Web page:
Two technicians work at a bitcoin mining facility in Quebec.
lars Hagbarg | AFP | Getty Images
For years, bitcoin critics have maligned the world’s biggest cryptocurrency for polluting the planet. But new data from Cambridge University shows that the geography of mining has drastically changed over the last six months, and experts tell CNBC this will improve bitcoin’s carbon footprint.
China’s big crypto crackdown this spring set off a chain reaction in the mining world.
For one, it took half the world’s bitcoin miners offline practically overnight. Fewer people mining has meant less machines running and less power being consumed overall, which slashed bitcoin’s environmental impact.
Beijing’s new crypto rules also permanently took a lot of older and more inefficient gear offline.
And crucially, China shutting its doors to crypto mining has set off a massive migration. Miners are now heading to the cheapest sources of energy on the planet, which more often than not are renewable.
“The bitcoin network is ruthless in its drive for the lowest cost,” said Mike Colyer, CEO of digital currency company Foundry. “Miners around the world are looking for stranded power that is renewable. That will always be your lowest cost. Net-net this will be a big win for bitcoin’s carbon footprint.”
China has long been the mecca of the crypto mining world, accounting for nearly three-quarters of all bitcoin miners at its peak, according to the Cambridge Centre for Alternative Finance. But after Beijing decided to expel its miners in May, more than 50% of the hashrate – the collective computing power of miners worldwide – dropped off the network.
Today, bitcoin draws roughly 70 terawatt hours of energy per year, or 0.33% of the world’s total electricity production. That is almost half of what it was in May and is roughly equivalent to the annual energy draw of countries like Bangladesh and Chile.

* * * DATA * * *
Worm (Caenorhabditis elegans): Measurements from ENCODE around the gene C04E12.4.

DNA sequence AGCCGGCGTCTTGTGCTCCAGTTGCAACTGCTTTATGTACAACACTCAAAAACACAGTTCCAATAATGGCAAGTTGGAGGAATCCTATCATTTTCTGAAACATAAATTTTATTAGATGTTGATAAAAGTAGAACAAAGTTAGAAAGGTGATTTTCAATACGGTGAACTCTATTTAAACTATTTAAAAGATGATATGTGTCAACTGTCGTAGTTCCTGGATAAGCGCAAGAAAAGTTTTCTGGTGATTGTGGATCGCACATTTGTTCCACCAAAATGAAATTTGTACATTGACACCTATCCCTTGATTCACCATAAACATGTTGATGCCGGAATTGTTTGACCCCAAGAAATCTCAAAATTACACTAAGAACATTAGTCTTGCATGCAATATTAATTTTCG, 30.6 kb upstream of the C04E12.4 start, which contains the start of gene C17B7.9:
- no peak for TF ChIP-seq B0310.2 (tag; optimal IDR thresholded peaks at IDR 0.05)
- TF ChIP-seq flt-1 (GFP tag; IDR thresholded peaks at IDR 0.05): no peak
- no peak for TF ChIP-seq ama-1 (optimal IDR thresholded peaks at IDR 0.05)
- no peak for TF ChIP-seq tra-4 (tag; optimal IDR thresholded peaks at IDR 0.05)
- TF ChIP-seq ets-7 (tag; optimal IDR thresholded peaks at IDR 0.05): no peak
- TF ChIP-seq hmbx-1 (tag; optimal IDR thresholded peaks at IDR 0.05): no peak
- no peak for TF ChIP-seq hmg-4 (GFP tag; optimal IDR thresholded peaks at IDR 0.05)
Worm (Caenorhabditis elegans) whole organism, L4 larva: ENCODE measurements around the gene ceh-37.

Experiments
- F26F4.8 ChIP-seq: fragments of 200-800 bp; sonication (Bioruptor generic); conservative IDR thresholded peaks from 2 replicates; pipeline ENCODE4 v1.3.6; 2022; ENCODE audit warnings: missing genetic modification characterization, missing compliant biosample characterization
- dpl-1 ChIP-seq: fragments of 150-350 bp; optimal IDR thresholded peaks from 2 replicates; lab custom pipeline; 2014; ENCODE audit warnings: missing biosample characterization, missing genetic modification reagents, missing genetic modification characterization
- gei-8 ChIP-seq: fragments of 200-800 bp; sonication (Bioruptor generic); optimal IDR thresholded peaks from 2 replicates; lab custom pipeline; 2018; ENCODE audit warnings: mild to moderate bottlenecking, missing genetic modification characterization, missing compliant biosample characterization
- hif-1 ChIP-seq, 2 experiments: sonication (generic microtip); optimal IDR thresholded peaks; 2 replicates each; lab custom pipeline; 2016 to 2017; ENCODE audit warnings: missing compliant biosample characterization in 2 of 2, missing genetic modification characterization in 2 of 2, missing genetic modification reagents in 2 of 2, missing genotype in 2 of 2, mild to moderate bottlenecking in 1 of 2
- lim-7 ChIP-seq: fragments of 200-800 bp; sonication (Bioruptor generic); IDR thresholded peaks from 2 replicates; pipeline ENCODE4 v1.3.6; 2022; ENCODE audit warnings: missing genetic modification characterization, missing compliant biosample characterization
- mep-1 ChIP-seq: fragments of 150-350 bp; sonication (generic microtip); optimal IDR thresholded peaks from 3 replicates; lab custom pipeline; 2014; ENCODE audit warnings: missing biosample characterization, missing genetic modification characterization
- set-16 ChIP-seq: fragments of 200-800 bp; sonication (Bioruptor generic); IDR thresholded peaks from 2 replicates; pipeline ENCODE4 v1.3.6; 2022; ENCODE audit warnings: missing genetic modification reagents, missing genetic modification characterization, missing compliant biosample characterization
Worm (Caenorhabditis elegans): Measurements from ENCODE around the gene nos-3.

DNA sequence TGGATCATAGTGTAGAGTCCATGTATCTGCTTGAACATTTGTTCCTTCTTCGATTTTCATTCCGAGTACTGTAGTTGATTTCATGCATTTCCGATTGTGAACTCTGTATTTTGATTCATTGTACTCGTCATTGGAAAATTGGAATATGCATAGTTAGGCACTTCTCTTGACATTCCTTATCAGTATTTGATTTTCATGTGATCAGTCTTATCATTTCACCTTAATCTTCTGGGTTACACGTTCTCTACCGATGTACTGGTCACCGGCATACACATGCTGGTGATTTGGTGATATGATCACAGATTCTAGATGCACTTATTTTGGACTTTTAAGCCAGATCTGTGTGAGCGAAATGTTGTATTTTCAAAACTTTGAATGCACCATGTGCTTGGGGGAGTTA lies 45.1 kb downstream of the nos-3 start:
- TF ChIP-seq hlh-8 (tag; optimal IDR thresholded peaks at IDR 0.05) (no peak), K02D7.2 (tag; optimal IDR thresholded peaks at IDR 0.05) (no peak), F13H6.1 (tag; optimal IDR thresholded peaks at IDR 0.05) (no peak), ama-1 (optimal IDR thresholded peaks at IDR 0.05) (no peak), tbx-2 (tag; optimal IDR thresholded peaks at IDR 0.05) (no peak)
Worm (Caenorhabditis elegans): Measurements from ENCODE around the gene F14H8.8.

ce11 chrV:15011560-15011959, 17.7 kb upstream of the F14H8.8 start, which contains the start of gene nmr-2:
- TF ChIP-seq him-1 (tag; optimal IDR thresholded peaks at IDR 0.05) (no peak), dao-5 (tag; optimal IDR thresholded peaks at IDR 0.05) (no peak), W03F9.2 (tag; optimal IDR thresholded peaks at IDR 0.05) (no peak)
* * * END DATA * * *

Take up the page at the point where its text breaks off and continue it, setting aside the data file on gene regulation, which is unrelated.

The exodus from China also means that a lot of older mining equipment that was probably long-past due for retirement will never be turned back on.
“It took off, likely forever, a large amount of the most energy inefficient rigs,” explained Alex Brammer of Luxor Mining, a cryptocurrency pool built for advanced miners.
Colyer says the overall bitcoin network will now be mostly made up of more efficient rigs that get about double the hashpower for the same amount of electricity. “This continues to significantly improve the security-to-energy ratio of the bitcoin network,” he said.
But not all of China’s miners are going dark. Many have begun to patriate elsewhere, gravitating to the world’s cheapest sources of power.
“The cool thing about bitcoin that is under appreciated by a lot of the naysayers is that it’s…like a portable market; you can bring it right to the source of energy,” explained Steve Barbour, founder of Upstream Data, a company that manufactures and supplies portable mining solutions for oil and gas facilities.
Because miners at scale compete in a low-margin industry, where their only variable cost is typically energy, they are incentivized to migrate to the world’s cheapest sources of power.
“They need to constantly reduce their electricity costs, which is their number one expense, in order to be competitive,” said Ria Bhutoria, former director of research for Fidelity Digital Assets.
The data shows that a whole lot of these miners are headed for cheaper pastures in the U.S.
The United States has fast become the new hotspot for the world’s global crypto miners. In the last six months, the country has jumped from fifth to second place and now accounts for nearly 17% of all global bitcoin miners. Although China was still solidly in first place as of April, with 46% share, America’s share of the market is likely a lot higher now since the Chinese government booted miners in May.
U.S.-based bitcoin mining operators have seen a huge uptick in business. Whit Gibbs, CEO and founder of Compass, a bitcoin mining…